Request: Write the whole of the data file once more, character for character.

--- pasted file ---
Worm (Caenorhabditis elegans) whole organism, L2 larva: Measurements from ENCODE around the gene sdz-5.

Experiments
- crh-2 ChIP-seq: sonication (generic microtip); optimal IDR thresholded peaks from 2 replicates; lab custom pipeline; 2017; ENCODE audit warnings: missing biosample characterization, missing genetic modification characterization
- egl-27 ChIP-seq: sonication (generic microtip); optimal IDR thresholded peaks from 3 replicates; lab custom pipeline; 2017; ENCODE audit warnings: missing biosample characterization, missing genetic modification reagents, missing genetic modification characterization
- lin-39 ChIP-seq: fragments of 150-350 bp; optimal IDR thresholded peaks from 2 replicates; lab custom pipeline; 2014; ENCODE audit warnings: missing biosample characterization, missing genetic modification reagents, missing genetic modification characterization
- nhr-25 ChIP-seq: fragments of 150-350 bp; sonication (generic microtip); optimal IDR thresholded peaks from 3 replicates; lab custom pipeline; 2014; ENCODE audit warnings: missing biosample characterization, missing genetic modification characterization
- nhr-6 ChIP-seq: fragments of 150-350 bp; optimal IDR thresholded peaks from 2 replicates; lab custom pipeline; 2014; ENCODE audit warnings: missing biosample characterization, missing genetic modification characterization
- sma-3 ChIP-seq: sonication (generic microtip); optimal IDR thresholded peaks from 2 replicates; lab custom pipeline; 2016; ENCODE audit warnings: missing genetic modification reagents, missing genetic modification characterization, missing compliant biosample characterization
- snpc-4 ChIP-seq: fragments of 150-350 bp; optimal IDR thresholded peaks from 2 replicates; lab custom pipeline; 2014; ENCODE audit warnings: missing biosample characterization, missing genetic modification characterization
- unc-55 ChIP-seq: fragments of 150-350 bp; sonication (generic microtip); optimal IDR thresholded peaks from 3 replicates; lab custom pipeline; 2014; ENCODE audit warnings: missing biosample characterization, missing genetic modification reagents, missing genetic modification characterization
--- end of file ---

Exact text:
Worm (Caenorhabditis elegans) whole organism, L2 larva: Measurements from ENCODE around the gene sdz-5.

Experiments
- crh-2 ChIP-seq: sonication (generic microtip); optimal IDR thresholded peaks from 2 replicates; lab custom pipeline; 2017; ENCODE audit warnings: missing biosample characterization, missing genetic modification characterization
- egl-27 ChIP-seq: sonication (generic microtip); optimal IDR thresholded peaks from 3 replicates; lab custom pipeline; 2017; ENCODE audit warnings: missing biosample characterization, missing genetic modification reagents, missing genetic modification characterization
- lin-39 ChIP-seq: fragments of 150-350 bp; optimal IDR thresholded peaks from 2 replicates; lab custom pipeline; 2014; ENCODE audit warnings: missing biosample characterization, missing genetic modification reagents, missing genetic modification characterization
- nhr-25 ChIP-seq: fragments of 150-350 bp; sonication (generic microtip); optimal IDR thresholded peaks from 3 replicates; lab custom pipeline; 2014; ENCODE audit warnings: missing biosample characterization, missing genetic modification characterization
- nhr-6 ChIP-seq: fragments of 150-350 bp; optimal IDR thresholded peaks from 2 replicates; lab custom pipeline; 2014; ENCODE audit warnings: missing biosample characterization, missing genetic modification characterization
- sma-3 ChIP-seq: sonication (generic microtip); optimal IDR thresholded peaks from 2 replicates; lab custom pipeline; 2016; ENCODE audit warnings: missing genetic modification reagents, missing genetic modification characterization, missing compliant biosample characterization
- snpc-4 ChIP-seq: fragments of 150-350 bp; optimal IDR thresholded peaks from 2 replicates; lab custom pipeline; 2014; ENCODE audit warnings: missing biosample characterization, missing genetic modification characterization
- unc-55 ChIP-seq: fragments of 150-350 bp; sonication (generic microtip); optimal IDR thresholded peaks from 3 replicates; lab custom pipeline; 2014; ENCODE audit warnings: missing biosample characterization, missing genetic modification reagents, missing genetic modification characterization